Cover: Making Citizen-Soldiers: ROTC and the Ideology of American Military Service, from Harvard University PressCover: Making Citizen-Soldiers in PAPERBACK

Making Citizen-Soldiers

ROTC and the Ideology of American Military Service

Add to Cart

Product Details

PAPERBACK

$37.50 • £30.95 • €34.00

ISBN 9780674007154

Publication Date: 09/01/2001

Short

288 pages

6-1/8 x 9-1/4 inches

10 tables

World

This book examines the Reserve Officers Training Corps program as a distinctively American expression of the social, cultural, and political meanings of military service. Since 1950, ROTC has produced nearly two out of three American active duty officers, yet there has been no comprehensive scholarly look at civilian officer education programs in nearly forty years.

While most modern military systems educate and train junior officers at insular academies like West Point, only the United States has relied heavily on the active cooperation of its civilian colleges. Michael S. Neiberg argues that the creation of officer education programs on civilian campuses emanates from a traditional American belief (which he traces to the colonial period) in the active participation of civilians in military affairs. Although this ideology changed shape through the twentieth century, it never disappeared. During the Cold War military buildup, ROTC came to fill two roles: it provided the military with large numbers of well-educated officers, and it provided the nation with a military comprised of citizen-soldiers. Even during the Vietnam era, officers, university administrators, and most students understood ROTC’s dual role. The Vietnam War thus led to reform, not abandonment, of ROTC.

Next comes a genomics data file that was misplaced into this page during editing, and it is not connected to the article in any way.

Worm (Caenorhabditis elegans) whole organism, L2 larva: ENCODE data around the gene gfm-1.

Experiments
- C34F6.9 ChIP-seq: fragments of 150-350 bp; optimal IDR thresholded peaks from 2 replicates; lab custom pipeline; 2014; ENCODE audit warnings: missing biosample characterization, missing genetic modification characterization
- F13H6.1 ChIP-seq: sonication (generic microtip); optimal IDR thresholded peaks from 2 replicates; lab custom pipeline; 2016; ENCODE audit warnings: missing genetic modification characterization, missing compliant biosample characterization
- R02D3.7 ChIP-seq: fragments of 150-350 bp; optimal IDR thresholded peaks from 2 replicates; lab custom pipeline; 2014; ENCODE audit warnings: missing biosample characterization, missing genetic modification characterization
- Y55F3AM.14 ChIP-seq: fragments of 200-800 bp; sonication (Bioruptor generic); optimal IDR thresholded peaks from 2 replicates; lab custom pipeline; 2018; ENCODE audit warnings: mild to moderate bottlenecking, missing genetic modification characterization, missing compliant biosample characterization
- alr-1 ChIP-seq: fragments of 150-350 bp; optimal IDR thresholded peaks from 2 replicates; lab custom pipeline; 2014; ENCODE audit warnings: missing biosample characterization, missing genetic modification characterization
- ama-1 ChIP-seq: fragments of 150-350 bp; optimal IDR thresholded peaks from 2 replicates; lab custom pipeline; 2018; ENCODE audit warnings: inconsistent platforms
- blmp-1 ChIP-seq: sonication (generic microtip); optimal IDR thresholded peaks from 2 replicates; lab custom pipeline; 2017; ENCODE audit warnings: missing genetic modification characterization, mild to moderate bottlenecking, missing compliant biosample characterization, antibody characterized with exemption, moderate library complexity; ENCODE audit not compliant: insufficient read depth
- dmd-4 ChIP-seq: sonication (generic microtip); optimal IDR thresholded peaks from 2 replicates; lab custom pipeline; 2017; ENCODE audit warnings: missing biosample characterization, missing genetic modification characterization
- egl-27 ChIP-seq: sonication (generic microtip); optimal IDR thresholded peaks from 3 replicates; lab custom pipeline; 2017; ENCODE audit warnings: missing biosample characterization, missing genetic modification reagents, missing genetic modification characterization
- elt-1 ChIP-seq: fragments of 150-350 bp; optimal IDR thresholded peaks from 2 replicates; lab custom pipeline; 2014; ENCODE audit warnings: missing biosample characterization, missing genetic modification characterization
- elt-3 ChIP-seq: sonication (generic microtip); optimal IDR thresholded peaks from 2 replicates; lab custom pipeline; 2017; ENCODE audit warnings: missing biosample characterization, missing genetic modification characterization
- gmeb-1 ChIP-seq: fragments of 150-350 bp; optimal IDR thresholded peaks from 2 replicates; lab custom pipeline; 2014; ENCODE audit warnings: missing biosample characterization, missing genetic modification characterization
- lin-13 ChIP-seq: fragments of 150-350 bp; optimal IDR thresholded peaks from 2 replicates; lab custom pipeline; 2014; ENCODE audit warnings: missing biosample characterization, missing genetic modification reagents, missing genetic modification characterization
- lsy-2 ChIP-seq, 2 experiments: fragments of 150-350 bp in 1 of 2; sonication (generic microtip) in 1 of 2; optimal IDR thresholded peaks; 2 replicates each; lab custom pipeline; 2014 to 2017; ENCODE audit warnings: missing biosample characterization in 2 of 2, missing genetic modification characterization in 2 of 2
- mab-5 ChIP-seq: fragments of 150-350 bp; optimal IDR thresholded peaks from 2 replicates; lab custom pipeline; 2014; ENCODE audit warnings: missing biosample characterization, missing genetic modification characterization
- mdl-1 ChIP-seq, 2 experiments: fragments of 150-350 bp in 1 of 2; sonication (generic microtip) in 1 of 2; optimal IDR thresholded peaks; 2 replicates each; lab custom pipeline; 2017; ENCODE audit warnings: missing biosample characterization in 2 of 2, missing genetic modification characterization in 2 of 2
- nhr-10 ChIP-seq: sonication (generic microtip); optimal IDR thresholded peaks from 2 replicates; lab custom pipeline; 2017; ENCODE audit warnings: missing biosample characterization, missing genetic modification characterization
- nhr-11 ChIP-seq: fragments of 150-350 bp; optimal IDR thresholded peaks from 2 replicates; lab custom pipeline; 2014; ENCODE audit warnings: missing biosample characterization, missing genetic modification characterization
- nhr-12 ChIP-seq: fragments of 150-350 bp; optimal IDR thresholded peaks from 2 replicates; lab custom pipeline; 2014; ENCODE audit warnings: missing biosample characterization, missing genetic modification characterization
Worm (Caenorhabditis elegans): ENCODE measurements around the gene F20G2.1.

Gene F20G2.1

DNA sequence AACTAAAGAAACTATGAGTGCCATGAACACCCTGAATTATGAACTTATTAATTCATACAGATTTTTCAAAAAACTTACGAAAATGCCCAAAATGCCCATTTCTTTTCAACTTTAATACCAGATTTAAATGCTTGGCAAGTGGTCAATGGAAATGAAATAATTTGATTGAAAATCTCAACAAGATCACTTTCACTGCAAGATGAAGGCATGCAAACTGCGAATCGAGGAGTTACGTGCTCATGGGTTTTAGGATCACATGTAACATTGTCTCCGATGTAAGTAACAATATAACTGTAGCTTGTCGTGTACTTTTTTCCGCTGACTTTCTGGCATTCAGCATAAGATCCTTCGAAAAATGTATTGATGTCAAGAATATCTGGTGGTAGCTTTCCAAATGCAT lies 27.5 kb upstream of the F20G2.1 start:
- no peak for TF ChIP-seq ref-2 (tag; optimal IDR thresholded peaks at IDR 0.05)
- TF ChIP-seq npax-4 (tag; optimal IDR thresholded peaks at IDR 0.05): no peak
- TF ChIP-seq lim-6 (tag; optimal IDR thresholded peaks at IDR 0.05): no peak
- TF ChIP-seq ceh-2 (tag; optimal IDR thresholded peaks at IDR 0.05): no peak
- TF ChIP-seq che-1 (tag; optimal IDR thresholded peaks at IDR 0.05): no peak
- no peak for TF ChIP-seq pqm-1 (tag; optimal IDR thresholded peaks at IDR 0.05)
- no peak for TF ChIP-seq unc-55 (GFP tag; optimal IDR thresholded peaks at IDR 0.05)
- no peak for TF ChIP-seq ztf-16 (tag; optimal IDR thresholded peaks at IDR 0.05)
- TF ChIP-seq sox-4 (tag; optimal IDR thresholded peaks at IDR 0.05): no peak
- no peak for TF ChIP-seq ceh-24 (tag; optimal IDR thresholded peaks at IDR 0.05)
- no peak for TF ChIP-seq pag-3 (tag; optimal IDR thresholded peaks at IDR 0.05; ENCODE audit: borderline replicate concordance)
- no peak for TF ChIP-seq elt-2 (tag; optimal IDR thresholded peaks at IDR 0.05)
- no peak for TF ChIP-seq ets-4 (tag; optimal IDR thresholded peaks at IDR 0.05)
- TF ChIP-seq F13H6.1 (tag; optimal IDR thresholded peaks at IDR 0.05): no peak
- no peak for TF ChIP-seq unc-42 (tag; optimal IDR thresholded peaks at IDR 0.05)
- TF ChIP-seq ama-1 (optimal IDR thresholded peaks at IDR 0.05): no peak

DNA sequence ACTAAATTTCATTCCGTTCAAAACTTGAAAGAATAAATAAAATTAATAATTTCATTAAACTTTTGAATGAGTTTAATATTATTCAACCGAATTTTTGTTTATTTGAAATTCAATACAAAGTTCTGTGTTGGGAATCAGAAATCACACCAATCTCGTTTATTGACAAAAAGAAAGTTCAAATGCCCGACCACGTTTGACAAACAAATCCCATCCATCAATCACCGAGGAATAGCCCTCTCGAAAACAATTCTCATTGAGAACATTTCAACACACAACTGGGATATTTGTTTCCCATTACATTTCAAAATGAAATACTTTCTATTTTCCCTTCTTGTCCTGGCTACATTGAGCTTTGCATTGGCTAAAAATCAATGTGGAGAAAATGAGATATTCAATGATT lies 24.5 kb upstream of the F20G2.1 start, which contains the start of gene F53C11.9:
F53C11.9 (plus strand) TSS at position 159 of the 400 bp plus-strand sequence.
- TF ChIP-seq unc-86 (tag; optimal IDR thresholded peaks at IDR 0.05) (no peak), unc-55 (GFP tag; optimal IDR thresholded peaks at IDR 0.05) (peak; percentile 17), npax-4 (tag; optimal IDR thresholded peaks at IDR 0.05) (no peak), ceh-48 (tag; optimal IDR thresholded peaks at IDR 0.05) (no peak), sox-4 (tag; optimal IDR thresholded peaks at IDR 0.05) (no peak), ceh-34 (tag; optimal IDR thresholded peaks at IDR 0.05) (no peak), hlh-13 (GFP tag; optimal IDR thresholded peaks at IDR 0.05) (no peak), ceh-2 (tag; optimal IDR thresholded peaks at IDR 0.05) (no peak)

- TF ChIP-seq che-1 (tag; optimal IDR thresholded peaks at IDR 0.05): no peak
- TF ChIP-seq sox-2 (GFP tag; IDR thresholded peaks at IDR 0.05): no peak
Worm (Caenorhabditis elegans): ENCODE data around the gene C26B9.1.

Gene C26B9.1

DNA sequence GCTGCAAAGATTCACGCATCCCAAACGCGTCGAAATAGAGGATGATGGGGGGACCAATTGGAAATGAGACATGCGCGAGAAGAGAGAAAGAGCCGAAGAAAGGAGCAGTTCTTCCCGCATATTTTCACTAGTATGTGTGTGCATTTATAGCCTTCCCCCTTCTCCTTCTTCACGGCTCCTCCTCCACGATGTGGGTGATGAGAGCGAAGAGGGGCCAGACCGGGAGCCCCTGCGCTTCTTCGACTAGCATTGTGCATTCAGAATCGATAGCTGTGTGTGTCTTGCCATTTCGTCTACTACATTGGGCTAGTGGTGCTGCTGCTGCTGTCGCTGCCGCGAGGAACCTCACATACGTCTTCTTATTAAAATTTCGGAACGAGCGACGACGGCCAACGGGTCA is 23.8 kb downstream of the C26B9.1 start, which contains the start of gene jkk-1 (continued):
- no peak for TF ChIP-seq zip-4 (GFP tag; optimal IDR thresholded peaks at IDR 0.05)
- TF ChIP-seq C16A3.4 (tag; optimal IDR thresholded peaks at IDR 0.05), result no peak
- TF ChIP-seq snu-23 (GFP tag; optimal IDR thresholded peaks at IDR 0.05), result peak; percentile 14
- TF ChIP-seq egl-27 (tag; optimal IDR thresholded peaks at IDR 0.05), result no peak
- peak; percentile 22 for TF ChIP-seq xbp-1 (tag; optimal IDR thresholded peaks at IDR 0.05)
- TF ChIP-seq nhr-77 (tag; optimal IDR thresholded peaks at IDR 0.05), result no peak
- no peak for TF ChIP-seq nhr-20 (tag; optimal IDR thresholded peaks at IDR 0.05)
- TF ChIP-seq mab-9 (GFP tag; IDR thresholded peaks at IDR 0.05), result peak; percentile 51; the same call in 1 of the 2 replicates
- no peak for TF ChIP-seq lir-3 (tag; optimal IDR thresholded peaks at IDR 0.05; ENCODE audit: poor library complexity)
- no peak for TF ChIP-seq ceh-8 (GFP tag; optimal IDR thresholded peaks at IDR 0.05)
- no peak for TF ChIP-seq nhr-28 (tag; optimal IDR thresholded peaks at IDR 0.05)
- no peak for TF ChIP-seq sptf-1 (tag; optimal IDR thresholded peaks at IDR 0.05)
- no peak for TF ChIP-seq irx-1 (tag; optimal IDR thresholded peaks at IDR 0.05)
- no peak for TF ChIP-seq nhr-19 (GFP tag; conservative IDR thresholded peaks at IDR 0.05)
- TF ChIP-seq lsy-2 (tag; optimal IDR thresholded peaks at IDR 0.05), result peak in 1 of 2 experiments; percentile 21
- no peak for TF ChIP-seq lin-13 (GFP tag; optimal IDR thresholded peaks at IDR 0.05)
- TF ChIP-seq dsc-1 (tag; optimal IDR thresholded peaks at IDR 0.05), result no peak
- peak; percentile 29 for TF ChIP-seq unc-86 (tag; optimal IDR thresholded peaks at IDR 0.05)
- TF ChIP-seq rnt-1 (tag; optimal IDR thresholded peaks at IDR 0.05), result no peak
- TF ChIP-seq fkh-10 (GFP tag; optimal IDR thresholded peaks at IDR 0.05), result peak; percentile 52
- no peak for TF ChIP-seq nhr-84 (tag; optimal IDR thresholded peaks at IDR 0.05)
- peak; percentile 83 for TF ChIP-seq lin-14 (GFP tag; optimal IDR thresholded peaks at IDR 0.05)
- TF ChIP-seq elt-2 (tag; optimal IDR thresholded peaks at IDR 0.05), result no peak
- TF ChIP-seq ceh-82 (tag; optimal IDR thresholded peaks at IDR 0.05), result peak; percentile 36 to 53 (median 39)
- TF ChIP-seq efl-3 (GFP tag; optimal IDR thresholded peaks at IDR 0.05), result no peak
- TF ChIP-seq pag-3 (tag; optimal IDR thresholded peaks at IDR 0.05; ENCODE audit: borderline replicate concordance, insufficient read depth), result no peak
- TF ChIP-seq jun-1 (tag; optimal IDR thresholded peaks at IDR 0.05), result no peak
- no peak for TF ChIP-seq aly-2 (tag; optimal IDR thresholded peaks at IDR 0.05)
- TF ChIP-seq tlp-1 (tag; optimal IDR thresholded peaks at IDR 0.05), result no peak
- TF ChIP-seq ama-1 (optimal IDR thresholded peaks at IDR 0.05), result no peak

Mining diverse sources, including military and university archives, Making Citizen-Soldiers provides an in-depth look at an important, but often overlooked, connection between the civilian and military spheres.

Recent News

Black lives matter. Black voices matter. A statement from HUP »

From Our Blog

Jacket: An Inquiry into Modes of Existence: An Anthropology of the Moderns, by Bruno Latour, translated by Catherine Porter, from Harvard University Press

Honoring Latour

In awarding Bruno Latour the 2021 Kyoto Prize for Arts and Philosophy, the Inamori Foundation said he has “revolutionized the conventional view of science” and “his philosophy re-examines ‘modernity’ based on the dualism of nature and society.” Below is an excerpt from An Inquiry into Modes of Existence: An Anthropology of the Moderns. For more than twenty years, scientific and technological controversies have proliferated in number and scope, eventually reaching the climate itself. Since geologists are beginning to use the term “Anthropocene” to designate the era of Earth’s history that follows the Holocene